The views are good for a rail trail, with a rather large opening to the south in Danville. Missing a star due to the somewhat scary route 2 crossings and the somewhat scarce latrines or formal rest/picnic areas. Only 2 are marked on the official map available at lvrt.org.
A gentle but consistent railroad grade makes for good exercise on the outbound trip, and easy downhill on the way back. Excellent surfacing and trail maintenance. Shaded enough to do at noon on a hot day, but with open stretches where more things can be seen besides trailside flora. Beautiful 19th c. deep rock cuts and 21st c. tunnels under highways are like going into air conditioning!
There are two great geocache series on the east end of the tail. Beginning near Joe's Pond and ending near GoodFella's Restaurant is the Vermont Star with 50 caches. Picking up there is the Maple Leaf which continues on to St. Jay with 40 caches. To obtain the correct coordinates of the caches you must answer questions about VT and maple sugaring. When we did the star, we did it in two segments and I rode back on the slightly uphill trail with no problems to get the truck. When we did the leaf, we left one vehicle in St. Jay so as not to have to ride back. Bodda rides an older, single-speed tricycle and had no problems on the trail. Though we live in Morrisville, we have only tried one short segment of the trail there but have heard great things about it and want to try it soon. It is hard to imagine the work that went into cutting through the ledges and filling the gullies. When you drive routes 15 and 2, it's hard to believe how hilly they are but just a short distance away is the almost level rail trail. Gramp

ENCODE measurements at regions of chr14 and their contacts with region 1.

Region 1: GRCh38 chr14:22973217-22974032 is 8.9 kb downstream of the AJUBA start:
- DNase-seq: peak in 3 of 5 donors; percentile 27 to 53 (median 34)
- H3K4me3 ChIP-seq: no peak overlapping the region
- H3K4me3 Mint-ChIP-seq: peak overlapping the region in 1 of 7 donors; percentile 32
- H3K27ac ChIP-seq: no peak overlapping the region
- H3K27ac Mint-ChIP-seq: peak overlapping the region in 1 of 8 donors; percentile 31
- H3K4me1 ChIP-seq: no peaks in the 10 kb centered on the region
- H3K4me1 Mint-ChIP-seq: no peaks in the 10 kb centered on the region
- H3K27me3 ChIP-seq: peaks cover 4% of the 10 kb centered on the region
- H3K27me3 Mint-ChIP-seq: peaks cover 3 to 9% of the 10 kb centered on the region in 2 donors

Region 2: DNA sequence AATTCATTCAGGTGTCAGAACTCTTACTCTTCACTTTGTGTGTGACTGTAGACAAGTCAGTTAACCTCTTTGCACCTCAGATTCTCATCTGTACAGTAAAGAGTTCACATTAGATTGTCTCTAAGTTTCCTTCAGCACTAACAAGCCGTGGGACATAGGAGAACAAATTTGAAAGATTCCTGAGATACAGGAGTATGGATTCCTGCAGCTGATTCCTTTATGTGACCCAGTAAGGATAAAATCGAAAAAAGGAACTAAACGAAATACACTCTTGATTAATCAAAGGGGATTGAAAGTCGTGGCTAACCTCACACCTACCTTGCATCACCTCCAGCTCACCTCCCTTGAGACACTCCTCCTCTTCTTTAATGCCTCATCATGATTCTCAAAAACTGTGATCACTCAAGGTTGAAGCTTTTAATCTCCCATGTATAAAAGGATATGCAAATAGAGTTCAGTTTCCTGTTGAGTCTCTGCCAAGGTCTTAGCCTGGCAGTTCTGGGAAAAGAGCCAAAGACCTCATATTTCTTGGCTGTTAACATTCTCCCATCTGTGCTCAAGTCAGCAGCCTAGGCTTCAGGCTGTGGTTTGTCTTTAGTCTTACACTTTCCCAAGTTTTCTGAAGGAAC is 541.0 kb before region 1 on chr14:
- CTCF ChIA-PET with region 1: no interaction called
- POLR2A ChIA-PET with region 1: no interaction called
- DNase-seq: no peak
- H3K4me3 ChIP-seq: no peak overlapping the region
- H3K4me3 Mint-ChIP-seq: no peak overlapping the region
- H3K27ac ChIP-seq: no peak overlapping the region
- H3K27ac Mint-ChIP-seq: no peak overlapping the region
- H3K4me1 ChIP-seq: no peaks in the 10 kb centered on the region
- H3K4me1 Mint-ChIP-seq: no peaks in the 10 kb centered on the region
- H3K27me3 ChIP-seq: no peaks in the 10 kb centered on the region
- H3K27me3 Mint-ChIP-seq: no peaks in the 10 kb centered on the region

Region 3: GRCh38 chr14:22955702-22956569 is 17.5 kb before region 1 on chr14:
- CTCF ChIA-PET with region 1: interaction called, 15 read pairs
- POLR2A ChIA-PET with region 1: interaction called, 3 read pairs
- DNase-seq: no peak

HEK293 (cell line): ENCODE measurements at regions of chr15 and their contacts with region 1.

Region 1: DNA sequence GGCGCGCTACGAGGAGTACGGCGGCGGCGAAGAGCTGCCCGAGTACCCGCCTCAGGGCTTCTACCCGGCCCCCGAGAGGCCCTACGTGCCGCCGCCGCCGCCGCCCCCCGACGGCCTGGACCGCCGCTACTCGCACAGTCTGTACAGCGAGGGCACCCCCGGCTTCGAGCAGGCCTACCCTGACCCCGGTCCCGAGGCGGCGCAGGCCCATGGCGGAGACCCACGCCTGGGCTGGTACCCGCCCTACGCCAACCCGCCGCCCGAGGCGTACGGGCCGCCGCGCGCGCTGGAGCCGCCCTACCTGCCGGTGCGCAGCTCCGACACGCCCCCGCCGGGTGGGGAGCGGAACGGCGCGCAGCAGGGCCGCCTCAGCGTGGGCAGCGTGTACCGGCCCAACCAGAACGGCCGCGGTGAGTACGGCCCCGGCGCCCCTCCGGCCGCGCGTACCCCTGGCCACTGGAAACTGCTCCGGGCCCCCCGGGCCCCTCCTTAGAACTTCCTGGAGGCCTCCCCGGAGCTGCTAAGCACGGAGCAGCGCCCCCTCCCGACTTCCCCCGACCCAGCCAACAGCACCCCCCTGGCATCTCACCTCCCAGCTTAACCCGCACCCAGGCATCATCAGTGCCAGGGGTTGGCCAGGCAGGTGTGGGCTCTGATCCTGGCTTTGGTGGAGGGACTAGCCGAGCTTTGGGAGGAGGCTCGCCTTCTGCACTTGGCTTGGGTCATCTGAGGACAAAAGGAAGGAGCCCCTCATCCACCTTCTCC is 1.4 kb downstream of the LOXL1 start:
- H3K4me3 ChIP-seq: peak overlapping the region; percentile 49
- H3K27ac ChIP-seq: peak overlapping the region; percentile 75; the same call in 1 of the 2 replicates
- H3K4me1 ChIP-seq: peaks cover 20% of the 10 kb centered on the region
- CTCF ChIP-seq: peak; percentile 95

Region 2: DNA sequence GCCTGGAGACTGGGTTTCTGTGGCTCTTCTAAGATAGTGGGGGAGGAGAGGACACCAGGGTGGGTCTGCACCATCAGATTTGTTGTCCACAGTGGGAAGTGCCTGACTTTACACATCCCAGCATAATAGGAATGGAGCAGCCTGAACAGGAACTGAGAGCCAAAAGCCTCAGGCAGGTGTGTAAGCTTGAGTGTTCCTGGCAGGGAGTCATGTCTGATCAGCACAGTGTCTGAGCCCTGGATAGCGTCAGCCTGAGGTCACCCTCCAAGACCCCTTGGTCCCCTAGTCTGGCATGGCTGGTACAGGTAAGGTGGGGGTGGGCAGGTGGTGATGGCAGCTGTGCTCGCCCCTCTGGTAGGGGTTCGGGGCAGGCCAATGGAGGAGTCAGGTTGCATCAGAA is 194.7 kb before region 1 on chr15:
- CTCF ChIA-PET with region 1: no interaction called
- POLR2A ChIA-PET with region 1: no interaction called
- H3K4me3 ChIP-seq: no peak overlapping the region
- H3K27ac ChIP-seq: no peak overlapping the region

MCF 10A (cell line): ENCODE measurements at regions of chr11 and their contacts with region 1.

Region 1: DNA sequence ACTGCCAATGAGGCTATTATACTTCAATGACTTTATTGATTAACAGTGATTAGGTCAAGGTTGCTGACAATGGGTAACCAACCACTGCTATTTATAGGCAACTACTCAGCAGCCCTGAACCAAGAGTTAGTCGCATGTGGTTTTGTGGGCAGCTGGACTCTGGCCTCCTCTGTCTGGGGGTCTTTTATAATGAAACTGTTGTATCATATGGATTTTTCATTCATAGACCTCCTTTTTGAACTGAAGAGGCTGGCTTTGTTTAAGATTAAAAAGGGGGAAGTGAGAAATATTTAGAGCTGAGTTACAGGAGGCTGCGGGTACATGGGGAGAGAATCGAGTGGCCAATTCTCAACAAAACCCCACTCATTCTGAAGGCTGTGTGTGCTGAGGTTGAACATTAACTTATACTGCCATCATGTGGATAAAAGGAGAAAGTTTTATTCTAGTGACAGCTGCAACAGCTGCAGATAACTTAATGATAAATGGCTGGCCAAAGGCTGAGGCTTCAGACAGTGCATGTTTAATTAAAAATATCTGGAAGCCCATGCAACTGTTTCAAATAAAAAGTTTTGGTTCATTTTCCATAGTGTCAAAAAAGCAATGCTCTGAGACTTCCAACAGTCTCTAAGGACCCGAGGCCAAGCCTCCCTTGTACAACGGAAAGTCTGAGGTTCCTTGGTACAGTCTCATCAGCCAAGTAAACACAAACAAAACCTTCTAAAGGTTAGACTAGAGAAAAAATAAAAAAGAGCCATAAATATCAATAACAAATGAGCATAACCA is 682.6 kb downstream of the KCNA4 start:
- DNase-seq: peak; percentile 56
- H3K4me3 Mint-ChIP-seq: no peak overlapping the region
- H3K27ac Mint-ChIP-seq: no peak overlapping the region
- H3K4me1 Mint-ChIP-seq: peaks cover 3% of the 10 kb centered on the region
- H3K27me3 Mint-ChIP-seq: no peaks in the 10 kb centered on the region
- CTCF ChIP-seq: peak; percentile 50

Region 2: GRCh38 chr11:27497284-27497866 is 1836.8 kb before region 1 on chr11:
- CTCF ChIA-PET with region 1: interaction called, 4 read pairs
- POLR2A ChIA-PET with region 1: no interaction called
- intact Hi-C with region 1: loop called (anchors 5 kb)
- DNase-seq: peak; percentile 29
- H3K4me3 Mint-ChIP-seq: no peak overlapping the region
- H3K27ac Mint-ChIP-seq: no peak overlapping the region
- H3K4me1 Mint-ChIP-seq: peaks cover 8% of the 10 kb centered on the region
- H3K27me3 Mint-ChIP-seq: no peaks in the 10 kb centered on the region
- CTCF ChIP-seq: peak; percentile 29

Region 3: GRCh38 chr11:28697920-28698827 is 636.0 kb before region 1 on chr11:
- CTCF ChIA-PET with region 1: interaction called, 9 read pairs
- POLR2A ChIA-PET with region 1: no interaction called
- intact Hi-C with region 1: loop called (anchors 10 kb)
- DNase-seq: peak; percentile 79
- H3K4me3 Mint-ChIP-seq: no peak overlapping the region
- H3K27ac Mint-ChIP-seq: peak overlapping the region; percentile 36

I rode Cambridge Jct to Hyde Park & return one day, then Morrisville to Hyde Park another. The parking area in Cambridge Jct is very nice. There's a nice shelter with portapotty and even a train theme picnic area adjacent. Smuggler's Notch Ski Area has done a lot to improve this spot this summer (carpenters were working on the train the day I was there).